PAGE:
U.S. Once Again Fails to Announce Promised Landmine Policy Review Outcome
At the close of the Mine Ban Treaty Meeting in Geneva on December 5, the U.S. delegation provided no further substantive information on the progress of the administration's landmine policy review, which was initiated in 2009. One year ago, at this same annual meeting, the U.S. delegation assured States Parties that it would conclude the long-delayed review “soon.” At a later public briefing, the head of the U.S. delegation further clarified that “soon” would be consistent with a reasonable understanding of the word, and that he believed—at the outside—that an announcement of the decision of the review would take place no later than the meeting which just concluded. Yet at this meeting, the head of the U.S. delegation made a new statement with no other information than that the policy review is “pressing forward.” USCBL responded by pointing out that the administration is not taking the review seriously enough or making it a priority--and that during the same four years that the administration has avoided making the decisions necessary to join this lifesaving convention, more than 16,000 men, women, and children have been killed or maimed by a landmine, many by U.S. munitions, and ten more casualties will continue to occur every day moving forward as they continue to postpone. Read more...
Convention on Cluster Munitions Celebrates 3rd Anniversary: Senators and Congressman Call on Administration To Review Cluster Munitions Policy
On the third anniversary of the entry into force of the Convention on Cluster Munitions, the United States Campaign to Ban Cluster Bombs joins Sen. Dianne Feinstein, Sen. Patrick Leahy, and Rep. James McGovern in calling for the U.S. to review its existing cluster munitions policy and to take immediate steps toward joining the Convention. In a letter to President Obama dated July 17, Feinstein, Leahy, and McGovern urged the Pentagon to stop using cluster munitions immediately and requested a review of the Department of Defense's (DOD) current policy on cluster munitions. They wrote, "Cluster munitions are indiscriminate, unreliable and pose an unacceptable danger to U.S. forces and civilians alike. The U.S. government's cluster munitions policy is outdated and should be immediately reviewed." Click here to read the press release.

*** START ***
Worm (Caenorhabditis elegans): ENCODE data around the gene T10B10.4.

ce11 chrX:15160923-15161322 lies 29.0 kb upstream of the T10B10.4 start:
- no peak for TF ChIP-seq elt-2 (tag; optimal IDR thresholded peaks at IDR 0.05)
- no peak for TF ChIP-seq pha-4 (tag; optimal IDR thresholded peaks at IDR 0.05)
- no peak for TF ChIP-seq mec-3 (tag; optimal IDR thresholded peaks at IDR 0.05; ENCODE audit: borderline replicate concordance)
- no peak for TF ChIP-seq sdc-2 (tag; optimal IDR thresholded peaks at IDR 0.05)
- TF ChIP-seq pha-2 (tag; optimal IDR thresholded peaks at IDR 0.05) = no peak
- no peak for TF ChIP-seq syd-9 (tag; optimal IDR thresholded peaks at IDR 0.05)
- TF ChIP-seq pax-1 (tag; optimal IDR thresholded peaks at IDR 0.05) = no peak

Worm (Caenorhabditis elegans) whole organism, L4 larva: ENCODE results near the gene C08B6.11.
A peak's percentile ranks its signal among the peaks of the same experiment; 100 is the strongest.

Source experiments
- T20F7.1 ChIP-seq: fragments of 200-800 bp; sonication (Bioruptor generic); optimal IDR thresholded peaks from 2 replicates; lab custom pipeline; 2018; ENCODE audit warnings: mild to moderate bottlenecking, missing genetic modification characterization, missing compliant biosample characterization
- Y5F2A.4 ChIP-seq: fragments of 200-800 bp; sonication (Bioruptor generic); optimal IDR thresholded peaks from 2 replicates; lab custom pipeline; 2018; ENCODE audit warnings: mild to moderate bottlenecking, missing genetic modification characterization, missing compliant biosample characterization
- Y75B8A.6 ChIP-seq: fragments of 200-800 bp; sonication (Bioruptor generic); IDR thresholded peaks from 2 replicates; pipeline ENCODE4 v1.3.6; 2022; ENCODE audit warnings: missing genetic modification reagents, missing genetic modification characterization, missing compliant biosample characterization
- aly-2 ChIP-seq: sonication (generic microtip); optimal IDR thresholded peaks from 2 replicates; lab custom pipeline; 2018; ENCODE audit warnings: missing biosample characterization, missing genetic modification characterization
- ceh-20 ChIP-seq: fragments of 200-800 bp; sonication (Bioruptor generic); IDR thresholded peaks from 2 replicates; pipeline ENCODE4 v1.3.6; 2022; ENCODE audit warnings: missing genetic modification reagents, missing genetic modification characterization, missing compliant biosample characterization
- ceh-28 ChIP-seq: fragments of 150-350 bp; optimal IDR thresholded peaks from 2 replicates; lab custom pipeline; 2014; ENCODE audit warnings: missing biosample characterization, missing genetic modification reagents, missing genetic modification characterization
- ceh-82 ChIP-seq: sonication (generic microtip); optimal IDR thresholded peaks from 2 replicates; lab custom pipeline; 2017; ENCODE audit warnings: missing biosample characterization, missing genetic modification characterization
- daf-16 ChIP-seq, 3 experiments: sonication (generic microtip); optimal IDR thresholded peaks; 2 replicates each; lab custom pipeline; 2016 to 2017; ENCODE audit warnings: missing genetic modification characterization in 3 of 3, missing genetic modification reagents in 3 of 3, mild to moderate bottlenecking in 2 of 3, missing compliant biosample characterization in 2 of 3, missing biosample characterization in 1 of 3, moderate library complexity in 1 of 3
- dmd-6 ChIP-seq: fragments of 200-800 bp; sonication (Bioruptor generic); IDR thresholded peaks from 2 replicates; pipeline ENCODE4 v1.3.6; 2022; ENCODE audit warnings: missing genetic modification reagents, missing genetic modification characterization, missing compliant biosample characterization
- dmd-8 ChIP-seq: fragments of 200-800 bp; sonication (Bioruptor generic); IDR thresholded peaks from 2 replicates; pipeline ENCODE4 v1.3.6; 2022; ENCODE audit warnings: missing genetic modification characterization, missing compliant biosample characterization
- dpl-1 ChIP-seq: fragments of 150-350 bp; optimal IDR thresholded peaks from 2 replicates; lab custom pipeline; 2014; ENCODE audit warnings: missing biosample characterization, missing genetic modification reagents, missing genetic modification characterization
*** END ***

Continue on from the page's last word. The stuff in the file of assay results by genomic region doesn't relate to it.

Tell President Obama to Announce the Conclusion of the U.S. Landmine Policy Review!
President Barack Obama announced in December 2009 that the administration had initiated a comprehensive review of its U.S. landmine policy. However, the U.S. has still not announced the outcome of this review process. U.S. citizens, landmine survivors and campaigners from every corner of the globe have been calling on the U.S. to join the treaty for the last fifteen years. The world has waited long enough. We need your help to ensure that the outcome of the review process is announced and that the treaty is submitted by the administration to the Senate for consent now. Please use our CapWiz tool to write your own letter to the administration to tell the U.S. that it’s time to join the Mine Ban Treaty and to ban the use of this barbaric weapon once and for all! Join the call to action now!
Latest News from USCBL
- December 5, 2013: U.S. Once Again Fails to Announce Promised Landmine Policy Review Outcome
- September 13, 2013: Calls for Universalization of Cluster Munition Ban at Global Treaty Meeting
- August 29, 2013: U.S. Campaign to Ban Cluster Bombs Calls for U.S. to Reject Any Possible Use of Cluster Munitions in Syria
Check out the great trailer below from our friends at "The Eyes of Thailand."
"The Eyes of Thailand" tells the amazing and heroic true story of Soraida Salwala, a passionate woman who dedicated ten years of her life to help two elephant landmine survivors walk again. Treating their wounds was only part of their journey; building elephant-sized prostheses was another. For more information go to www.eyesofthailand.com.
Watch the 2012 Lend Your Leg Video Here!
For more on the Mine Ban Treaty, go to www.icbl.org
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